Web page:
/petabox/sw/bin/oggz-comment audio.ogg -o audio2.ogg TITLE="Cape Cod Marsh" ARTIST="Tracey Jaquith" LICENSE="http://creativecommons.org/licenses/publicdomain/" DATE="2004" ORGANIZATION="Dumb Bunny Productions"  LOCATION=http://www.archive.org/details/CapeCodMarsh;
    /petabox/sw/bin/oggzmerge tmp.ogv audio2.ogg -o CapeCodMarsh.ogv;


    • Why the double pipe above? Some videos could not go directly to yuv4mpegpipe¬†format such that libtheora (or ffmpeg2theora) would work all the time.
    • We do the vorbis audio outside of libtheora (or ffmpeg2theora) to avoid any¬†issues¬†with Audio/Video sync.
    • We convert to yuv420p in the rawvideo step because ffmpeg2theora has (i think) some known¬†issues of not handling all yuv422 video inputs (i found at least a few videos that did this).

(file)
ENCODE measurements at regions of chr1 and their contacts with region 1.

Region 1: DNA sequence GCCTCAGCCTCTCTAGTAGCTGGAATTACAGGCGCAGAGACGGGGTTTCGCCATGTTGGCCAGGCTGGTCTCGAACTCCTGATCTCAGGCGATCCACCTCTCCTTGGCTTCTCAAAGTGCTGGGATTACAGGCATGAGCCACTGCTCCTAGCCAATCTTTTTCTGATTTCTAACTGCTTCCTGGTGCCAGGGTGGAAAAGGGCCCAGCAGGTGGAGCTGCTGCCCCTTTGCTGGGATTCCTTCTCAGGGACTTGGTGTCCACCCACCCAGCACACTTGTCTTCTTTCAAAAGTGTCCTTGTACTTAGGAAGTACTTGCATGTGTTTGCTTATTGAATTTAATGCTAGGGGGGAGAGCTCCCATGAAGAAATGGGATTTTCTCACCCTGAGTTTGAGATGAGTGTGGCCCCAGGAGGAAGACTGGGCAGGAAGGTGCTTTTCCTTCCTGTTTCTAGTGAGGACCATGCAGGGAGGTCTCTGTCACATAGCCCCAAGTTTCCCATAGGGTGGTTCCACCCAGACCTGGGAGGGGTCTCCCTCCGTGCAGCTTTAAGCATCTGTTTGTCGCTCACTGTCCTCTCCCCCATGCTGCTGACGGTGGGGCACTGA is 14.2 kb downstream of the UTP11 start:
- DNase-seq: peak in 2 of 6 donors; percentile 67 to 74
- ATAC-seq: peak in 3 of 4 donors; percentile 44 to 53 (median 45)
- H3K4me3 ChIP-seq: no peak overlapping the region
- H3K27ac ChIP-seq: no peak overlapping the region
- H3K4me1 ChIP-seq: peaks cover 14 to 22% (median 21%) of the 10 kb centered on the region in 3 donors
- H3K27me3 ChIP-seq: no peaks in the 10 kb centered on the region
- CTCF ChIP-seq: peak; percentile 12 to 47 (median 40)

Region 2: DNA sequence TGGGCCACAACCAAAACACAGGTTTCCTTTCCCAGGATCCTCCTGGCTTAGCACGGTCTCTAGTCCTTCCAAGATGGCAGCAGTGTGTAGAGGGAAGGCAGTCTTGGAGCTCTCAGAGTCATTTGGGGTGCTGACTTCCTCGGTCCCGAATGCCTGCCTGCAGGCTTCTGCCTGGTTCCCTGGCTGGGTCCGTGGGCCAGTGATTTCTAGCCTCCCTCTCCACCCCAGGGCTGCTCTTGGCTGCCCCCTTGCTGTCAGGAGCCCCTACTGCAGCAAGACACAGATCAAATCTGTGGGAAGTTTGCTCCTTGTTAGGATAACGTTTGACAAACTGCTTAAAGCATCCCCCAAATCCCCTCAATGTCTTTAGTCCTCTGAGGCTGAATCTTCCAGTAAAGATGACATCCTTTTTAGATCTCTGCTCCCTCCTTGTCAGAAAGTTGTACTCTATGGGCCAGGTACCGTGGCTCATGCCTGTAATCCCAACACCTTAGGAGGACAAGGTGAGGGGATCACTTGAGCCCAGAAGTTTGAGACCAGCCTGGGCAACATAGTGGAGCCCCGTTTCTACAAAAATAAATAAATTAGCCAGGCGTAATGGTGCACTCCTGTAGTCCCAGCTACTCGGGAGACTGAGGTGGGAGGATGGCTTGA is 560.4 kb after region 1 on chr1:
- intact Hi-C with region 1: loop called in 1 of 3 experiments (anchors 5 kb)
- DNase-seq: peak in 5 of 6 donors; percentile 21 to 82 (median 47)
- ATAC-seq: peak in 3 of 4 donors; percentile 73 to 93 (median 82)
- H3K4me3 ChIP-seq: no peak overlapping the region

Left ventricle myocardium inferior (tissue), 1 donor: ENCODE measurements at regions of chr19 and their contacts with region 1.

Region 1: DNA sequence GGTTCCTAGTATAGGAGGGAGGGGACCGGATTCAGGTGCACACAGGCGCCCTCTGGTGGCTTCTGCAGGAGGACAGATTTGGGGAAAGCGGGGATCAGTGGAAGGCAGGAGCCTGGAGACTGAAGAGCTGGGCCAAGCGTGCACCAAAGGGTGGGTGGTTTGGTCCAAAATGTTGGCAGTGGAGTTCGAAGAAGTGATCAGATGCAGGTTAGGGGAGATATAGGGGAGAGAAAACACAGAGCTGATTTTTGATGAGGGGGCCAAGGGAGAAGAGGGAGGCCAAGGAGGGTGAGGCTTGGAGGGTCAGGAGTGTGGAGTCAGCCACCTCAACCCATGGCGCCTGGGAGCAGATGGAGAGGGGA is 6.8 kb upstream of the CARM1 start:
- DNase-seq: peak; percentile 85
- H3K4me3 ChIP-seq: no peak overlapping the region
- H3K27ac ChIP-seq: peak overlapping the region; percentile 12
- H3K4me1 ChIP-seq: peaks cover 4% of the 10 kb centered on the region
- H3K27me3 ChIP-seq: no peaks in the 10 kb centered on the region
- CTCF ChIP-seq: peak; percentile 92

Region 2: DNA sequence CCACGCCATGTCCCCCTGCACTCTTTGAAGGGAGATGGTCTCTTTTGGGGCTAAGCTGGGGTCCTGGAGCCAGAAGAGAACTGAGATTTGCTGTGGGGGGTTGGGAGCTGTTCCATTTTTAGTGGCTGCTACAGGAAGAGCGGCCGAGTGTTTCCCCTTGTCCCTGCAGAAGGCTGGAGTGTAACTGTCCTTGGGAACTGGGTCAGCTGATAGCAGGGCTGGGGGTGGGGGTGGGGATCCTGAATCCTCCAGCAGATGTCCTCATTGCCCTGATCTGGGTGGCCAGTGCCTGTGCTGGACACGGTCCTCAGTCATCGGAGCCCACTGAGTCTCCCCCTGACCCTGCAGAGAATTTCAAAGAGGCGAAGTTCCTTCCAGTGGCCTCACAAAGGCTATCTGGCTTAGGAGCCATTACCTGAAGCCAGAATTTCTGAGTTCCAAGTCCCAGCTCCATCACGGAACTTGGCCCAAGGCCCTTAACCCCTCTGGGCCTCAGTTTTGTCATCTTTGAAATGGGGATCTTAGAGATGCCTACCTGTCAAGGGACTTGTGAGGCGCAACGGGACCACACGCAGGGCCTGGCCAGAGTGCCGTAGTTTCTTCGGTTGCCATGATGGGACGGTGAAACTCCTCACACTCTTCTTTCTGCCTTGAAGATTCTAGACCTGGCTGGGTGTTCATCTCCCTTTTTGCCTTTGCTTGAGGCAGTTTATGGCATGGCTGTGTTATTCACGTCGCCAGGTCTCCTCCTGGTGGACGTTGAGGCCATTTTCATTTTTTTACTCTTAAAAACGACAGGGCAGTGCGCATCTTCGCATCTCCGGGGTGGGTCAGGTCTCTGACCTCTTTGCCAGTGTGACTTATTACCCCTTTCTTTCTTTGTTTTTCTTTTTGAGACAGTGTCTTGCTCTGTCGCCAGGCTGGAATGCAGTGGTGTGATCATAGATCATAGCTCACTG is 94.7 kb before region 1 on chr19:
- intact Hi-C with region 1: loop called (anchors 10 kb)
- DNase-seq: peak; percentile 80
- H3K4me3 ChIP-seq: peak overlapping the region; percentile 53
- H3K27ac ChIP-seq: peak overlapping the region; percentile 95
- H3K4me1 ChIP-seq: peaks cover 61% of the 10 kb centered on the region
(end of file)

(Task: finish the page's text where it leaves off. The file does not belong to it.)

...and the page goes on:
• We add the metadata to the audio vorbis ogg because adding it to the video ogv file wound up making the first video frame not a keyframe (!)

    So this will end up working in Firefox 3.1 and greater — the new HTML “video” tag:

    <video controls=”true” autoplay=”true” src=”http://www.archive.org/download/commute/commute.ogv”&gt; for firefox betans </video>

    This technique above worked nicely across a wide range of source and “trashy” 46 videos that I use for QA before making live a new way to derive our videos at archive.org (¬†http://www.archive.org/~MY-FIRST-NAME/_/stream.php ¬†[sorry don't necessarily want all that crawled by non rajbot robots] )

    -tracey jaquith ¬† “don’t make me 3:2 pulldown you”

    • Adam Rosi-Kessel 5:44 am on November 7, 2008 Permalink | Log in to Reply

      I’ve always used ffmpeg2theora without any A/V sync problems — that would seem to be the much simpler option where it works. Are there certain conditions you’ve found where ffmpeg2theora fails?

    • tracey jaquith 11:43 am on November 7, 2008 Permalink | Log in to Reply

      absolutely i can find A/V sync issues quite easily, unfortunately.